Now I’ve got a really interesting story to share. I just started back to work last week after being off for a year from maternity leave. I work with a woman who is originally from the Phillipenes (sp?). She is in her 40’s I think. So, I asked her about her childhood and what she grew up eating. There were 7 children in her family. They all had straight teeth and no cavities. They are white rice at every meal, even breakfast. They would use a giant mortar and pestel and pound the rice to remove a lot of the bran and feed the bran to the pigs. They did not soak or ferment their rice, they just cooked it up as is. They also used some pre-ground cornmeal, and it was never soaked either. But, they did eat pork, and goat, maybe some beef, some chicken, eggs, and lots of fish and seafood. They did not ever have bread, cake, cookies, muffins, cereal or hot porridge. Every morning for breakfast it was rice with meat or fish and eggs. They all grew most of their own veggies, and had backyard chickens. No chemicals, and the animals were outside on the grass. They also drank their milk straight from the goat or cow, not pastuerized. They also made bone broth and used the organs. They even made a dish with the intestines and added blood while cooking. She said they didn’t have money to buy processed foods and candy. They also said they didn’t have money to go to the city and visit a dentist, but they didn’t have to anyways. Once and a while they made desserts with rice and brown sugar from the coconut tree (palm sugar!) and cream. When I told her the reason why she didn’t have cavities or the need for braces, she was amazed! She didn’t realize there was a connection between nutrition and teeth! Another amazing story!


Kathleend February 13, 2010 at 8:06 PM

Thanks so much for the great info! I was wondering if fermented cacao nibs have phytic acid? In the same vein, I wonder if soaking cacao “beans” and/or cacao powder would help? (I have a whole family who loves raw cacao, can you tell?).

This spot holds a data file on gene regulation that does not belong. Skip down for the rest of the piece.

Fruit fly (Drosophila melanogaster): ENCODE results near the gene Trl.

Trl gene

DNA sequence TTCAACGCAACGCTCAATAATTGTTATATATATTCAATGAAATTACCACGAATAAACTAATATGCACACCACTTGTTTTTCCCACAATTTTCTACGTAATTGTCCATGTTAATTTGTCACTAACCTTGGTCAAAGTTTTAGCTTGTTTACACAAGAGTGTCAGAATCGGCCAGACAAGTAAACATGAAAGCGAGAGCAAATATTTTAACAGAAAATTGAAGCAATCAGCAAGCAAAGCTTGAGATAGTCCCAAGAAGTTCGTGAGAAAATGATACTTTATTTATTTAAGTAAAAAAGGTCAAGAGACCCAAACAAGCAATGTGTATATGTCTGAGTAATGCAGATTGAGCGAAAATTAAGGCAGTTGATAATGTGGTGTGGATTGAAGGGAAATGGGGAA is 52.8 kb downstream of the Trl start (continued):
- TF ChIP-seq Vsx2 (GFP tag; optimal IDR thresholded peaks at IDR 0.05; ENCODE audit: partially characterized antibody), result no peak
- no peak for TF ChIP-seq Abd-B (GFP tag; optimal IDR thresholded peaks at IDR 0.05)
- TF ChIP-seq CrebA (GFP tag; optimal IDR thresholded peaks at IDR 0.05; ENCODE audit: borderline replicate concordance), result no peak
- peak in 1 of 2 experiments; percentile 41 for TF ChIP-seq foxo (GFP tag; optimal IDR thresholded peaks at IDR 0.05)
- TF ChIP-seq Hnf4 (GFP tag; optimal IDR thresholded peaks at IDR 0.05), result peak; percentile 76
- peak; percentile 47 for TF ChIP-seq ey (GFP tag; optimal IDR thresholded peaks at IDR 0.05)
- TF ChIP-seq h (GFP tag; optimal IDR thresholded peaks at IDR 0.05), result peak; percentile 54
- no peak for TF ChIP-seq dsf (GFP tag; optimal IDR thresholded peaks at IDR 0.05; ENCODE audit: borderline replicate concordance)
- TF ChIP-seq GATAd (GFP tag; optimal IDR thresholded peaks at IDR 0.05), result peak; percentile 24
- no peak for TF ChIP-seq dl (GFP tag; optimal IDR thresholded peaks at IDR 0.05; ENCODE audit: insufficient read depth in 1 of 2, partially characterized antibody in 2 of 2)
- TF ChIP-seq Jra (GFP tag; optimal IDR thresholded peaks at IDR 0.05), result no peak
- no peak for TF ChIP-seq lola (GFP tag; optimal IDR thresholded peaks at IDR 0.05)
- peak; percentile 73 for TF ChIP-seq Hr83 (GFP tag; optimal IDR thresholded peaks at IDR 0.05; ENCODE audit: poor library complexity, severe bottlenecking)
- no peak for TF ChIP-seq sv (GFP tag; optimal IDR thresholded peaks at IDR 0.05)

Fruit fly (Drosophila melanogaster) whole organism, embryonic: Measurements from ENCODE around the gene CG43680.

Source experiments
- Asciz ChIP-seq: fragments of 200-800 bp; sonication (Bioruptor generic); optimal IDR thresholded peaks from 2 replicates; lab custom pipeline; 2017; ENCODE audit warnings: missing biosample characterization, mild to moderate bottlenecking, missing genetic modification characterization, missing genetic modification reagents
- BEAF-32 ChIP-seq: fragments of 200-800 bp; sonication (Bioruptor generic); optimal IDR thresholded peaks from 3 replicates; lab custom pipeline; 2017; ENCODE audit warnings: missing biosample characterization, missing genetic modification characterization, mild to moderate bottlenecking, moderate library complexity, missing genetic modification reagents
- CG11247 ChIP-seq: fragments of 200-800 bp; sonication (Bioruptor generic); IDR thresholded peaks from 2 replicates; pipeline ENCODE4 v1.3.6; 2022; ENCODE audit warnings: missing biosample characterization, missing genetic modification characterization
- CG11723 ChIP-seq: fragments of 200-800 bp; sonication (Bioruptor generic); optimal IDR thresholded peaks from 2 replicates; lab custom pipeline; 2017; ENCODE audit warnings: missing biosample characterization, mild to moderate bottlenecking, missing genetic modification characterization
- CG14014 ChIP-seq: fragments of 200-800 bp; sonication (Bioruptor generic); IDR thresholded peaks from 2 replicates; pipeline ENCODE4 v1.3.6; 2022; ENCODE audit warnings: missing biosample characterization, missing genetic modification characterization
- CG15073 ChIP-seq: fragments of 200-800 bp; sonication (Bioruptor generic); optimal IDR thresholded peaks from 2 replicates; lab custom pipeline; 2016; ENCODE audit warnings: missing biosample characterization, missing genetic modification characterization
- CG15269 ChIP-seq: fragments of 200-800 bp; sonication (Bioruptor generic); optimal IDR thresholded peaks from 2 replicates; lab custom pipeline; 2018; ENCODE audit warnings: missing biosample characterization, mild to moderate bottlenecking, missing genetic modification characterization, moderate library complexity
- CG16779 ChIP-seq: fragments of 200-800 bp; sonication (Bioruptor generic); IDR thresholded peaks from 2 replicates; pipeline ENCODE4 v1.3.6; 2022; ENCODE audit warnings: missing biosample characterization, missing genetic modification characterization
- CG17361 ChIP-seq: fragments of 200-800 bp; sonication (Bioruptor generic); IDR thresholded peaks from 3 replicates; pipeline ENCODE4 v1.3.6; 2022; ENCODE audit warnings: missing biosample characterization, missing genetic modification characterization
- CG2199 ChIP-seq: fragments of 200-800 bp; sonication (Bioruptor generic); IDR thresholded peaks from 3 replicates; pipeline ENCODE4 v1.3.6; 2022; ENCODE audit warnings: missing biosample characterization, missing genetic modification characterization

cheeseslave February 14, 2010 at 1:17 AM

@ Kathleend

I would think if you could ferment them that would be better. Yeah, raw cacao does contain phytic acid so it needs to be fermented or roasted (in which case it would not be raw)


cheeseslave February 14, 2010 at 1:36 AM

@ Christine

That is a GREAT story! And of course, it’s the same story I hear over and over and over again from every immigrant I meet. No cavities, never had braces, etc.

So sad though that now our industrial food is spreading to them. My daughter’s teacher at daycare is so worried about her father in Mexico, who has heart disease and diabetes. Of course they switched over from lard to corn oil years ago. And they eat lots of white flour tortillas — instead of their traditional corn. The cornmeal they do use is genetically modified. And she said he drinks a lot of Coke.



Mallory February 14, 2010 at 1:41 AM

A few years ago, a professor at my university gave a little talk about chocolate production. He teaches the only (at the time) chocolate making class at a 4 year university in the US, leads a student-run chocolate enterprise on campus and has his own chocolate business as well as a non profit to help cacao farmers in West Africa gain organic certification.

When someone asked him about raw cacao, he said it really wasn’t raw, it was naturally fermented–cacao growing villages smell like yogurt when the cacao pods are being fermented or cured (can’t remember the correct term). Plus you wouldn’t want to eat it truly raw anyway he said….all the pods are thrown into a shallow dirt pits and stirred by the children with sticks for a week or two. Most of the kids don’t have shoes and the snakes and such that are attracted to the warmth under the cacao pods are dangerous to them.